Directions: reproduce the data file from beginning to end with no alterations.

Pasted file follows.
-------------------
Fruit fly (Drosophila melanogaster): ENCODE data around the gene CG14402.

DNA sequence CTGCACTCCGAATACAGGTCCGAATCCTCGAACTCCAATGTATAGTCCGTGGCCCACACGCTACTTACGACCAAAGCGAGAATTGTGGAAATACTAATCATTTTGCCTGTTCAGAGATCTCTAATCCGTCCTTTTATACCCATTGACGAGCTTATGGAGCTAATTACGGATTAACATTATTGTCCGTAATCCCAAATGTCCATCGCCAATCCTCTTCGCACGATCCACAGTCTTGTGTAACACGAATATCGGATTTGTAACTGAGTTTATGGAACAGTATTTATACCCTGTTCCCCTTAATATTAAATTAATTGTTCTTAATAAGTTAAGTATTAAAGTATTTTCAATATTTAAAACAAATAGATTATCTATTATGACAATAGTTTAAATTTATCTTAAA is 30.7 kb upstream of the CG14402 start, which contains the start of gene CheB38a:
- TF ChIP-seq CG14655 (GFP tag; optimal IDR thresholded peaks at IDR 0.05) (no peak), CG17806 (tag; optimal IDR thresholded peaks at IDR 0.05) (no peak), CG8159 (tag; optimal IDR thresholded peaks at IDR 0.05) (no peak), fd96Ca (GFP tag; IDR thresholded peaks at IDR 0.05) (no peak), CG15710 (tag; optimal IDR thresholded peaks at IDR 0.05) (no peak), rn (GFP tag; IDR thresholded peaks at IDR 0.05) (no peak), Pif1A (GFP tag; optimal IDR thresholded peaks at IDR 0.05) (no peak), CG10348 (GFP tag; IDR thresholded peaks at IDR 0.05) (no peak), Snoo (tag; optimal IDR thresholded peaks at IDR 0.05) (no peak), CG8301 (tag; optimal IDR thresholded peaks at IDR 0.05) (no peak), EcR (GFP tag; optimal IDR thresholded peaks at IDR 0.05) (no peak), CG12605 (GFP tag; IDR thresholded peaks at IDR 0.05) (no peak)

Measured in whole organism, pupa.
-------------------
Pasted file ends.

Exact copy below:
Fruit fly (Drosophila melanogaster): ENCODE data around the gene CG14402.

DNA sequence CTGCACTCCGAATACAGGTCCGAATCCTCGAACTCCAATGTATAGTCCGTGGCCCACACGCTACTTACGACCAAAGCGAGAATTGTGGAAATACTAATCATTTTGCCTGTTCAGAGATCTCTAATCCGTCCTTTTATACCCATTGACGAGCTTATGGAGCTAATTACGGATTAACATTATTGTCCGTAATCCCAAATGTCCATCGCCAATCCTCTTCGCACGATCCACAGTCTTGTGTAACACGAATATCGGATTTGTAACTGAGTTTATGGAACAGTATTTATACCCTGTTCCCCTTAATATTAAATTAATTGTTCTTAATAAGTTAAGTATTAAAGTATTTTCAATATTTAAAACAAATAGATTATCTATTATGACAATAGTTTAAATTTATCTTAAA is 30.7 kb upstream of the CG14402 start, which contains the start of gene CheB38a:
- TF ChIP-seq CG14655 (GFP tag; optimal IDR thresholded peaks at IDR 0.05) (no peak), CG17806 (tag; optimal IDR thresholded peaks at IDR 0.05) (no peak), CG8159 (tag; optimal IDR thresholded peaks at IDR 0.05) (no peak), fd96Ca (GFP tag; IDR thresholded peaks at IDR 0.05) (no peak), CG15710 (tag; optimal IDR thresholded peaks at IDR 0.05) (no peak), rn (GFP tag; IDR thresholded peaks at IDR 0.05) (no peak), Pif1A (GFP tag; optimal IDR thresholded peaks at IDR 0.05) (no peak), CG10348 (GFP tag; IDR thresholded peaks at IDR 0.05) (no peak), Snoo (tag; optimal IDR thresholded peaks at IDR 0.05) (no peak), CG8301 (tag; optimal IDR thresholded peaks at IDR 0.05) (no peak), EcR (GFP tag; optimal IDR thresholded peaks at IDR 0.05) (no peak), CG12605 (GFP tag; IDR thresholded peaks at IDR 0.05) (no peak)

Measured in whole organism, pupa.